Supreme Court nominee Judge Ketanji Brown Jackson questioned the Senate Judiciary Committee for about 11 hours on Tuesday, defending his record against branding an orchestrated Republican effort as “soft to crime” and liberal activism. He returned Wednesday morning for an all-day interrogation.
Here are some of the best takeaways:
Pushback 6 demanding punishment for child porn
Jackson has denied in his first public statement against Republican Sen. Josh Howley’s allegations that he has a “long record” of “hooking off” child pornography offenders.
“Punishment is a prudent act of a judge, but it is not a numbers game,” he said.
Howley spent about 30 minutes examining Jackson’s decision to sentence an 18-year-old man convicted of possessing child pornography in 2013 to three months in prison – prosecutors under 10 years wanted up to 10 years in federal guidelines.
Jackson called the offense “disgusting” and “disgusting”, explaining the multifaceted process he had to follow to form a sentence that was “adequate but not excessive.”
“Congress not only gave the judges the discretion to make a decision, but also required the judges to do so on a separate basis,” he said.
Judicial ‘method’, not a philosophy
Jackson resisted repeated attempts to classify his jurisprudence as symbols of a particular “philosophy”, but he described a “method” devised to decide the case.
When receiving a lawsuit, he follows three steps: first, “proceed from the position of neutrality;” Second, “evaluate all information;” Third, the interpretation and application of the law for case information.
Sen. Ben Sass asked Jackson which historical justice he was most attached to. “If you want to tell the American people who you are closest to, who are those judges?” He asked.
“I must admit that I do not have the justice that they have created or will do,” Jackson replied. “I have a record of what I have. I have over 570 cases in which I have used the method described and it shows people how I analyze cases.”
Defending his defense against the accused terrorists
Jackson described his service as a federal public defender – including the defense of terrorists detained at Guantanamo Bay without charge – for “standing up for the constitutional value of representation.”
“People deserve to be represented under our system,” he said. “Federal public defenders cannot pick their clients. This is a service.”
Jackson’s service was extended to personal practice, which was verified during a dramatic exchange with Graham’s nominee, Sen. Lindsay.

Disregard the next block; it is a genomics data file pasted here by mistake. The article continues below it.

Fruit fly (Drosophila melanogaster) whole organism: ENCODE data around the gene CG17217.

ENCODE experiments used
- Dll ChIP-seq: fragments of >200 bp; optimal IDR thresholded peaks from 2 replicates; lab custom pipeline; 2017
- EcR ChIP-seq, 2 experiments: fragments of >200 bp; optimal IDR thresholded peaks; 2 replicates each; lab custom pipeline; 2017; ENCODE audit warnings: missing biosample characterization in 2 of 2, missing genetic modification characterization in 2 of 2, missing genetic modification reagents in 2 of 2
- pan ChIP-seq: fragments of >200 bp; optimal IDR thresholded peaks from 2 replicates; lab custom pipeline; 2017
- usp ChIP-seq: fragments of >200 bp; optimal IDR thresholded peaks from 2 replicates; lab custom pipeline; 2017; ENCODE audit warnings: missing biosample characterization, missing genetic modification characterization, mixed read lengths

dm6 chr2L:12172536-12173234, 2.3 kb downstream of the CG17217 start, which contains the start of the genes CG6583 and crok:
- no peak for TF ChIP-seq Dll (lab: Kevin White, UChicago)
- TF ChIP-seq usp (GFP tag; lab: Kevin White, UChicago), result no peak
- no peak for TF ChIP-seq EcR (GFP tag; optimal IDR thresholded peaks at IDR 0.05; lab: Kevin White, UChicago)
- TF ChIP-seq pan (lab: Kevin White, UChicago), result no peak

“What made you join the case?” He pressed. “If this is not your location, why would you hire a client?” Graham has long opposed efforts to free prisoners from the post-9/11 war.
As part of his work, Jackson helped his client file a complaint to the Supreme Court alleging that the U.S. government’s conduct was a “war crime and / or a crime against humanity.”
Sen. John Kornin later accused Jackson of briefly identifying former President George W. Bush and former Secretary of Defense Donald Rumsfed as “war criminals,” but documents show no such direct or personal allegations were made.
Critical race theory and law
They were “friendly” as Harvard law classmates, but today Sen. Ted Cruz has a heated argument with Jackson over critical race theory and its place in American academia and law.
Jackson told Cruz, “I’ve never studied critical race theory, and I’ve never used it. It doesn’t matter what I do as a judge.”
Cruz tried to explain to Jackson CRT – an academic theory that racism is inherent in American society – and why it appeared in the Georgetown Day school curriculum, where he sat on the board.
Equipped with quotes from the book’s poster board, he said that used in private schools, Cruz pressured Jackson to address their messages. “Do you agree with this book that children are being taught that children are racist?” He asked.
Jackson replied, “I don’t believe that any child should feel that they are racist or that they are not valued or that even if they are less than that, they are victims, they are oppressors,” Jackson replied.
Hot Button Social Problems: Guns, Faith, Abortion, Gay Marriage
Every modern Supreme Court nominee is asked about his or her position on the most hot-button social issues of the day. Jackson, like his predecessors, answered subtly in order to maintain his neutrality in the future.
Asked about the Second Amendment, Jackson said, “The Supreme Court has established that the personal right to possess and carry a weapon is a fundamental right.”
Sen. Lindsay Graham Point Blank asked, “Do you believe?” Jackson said he was a secular Protestant Christian whose faith was “very important” in his life.
“On a scale of 1 to 10, how reliable would you say?” Graham continued. “How often do you go to church?” Jackson declined to discuss the details of his faith practice.
Asked if he supports a “traditional” view of marriage, Jackson said: “I am aware that there are different religious beliefs that define marriage in a traditional way, adding that these issues are being sued, as you know. .And so I’m “limited to what I can say.”
Sen. John Kennedy asked the judge if he knew when life began. “I don’t know,” Jackson replied. “I have a religious point of view that I set aside when judging cases.” Prior to the hearing, he had said that Rowe v. Wade was a “settled law.”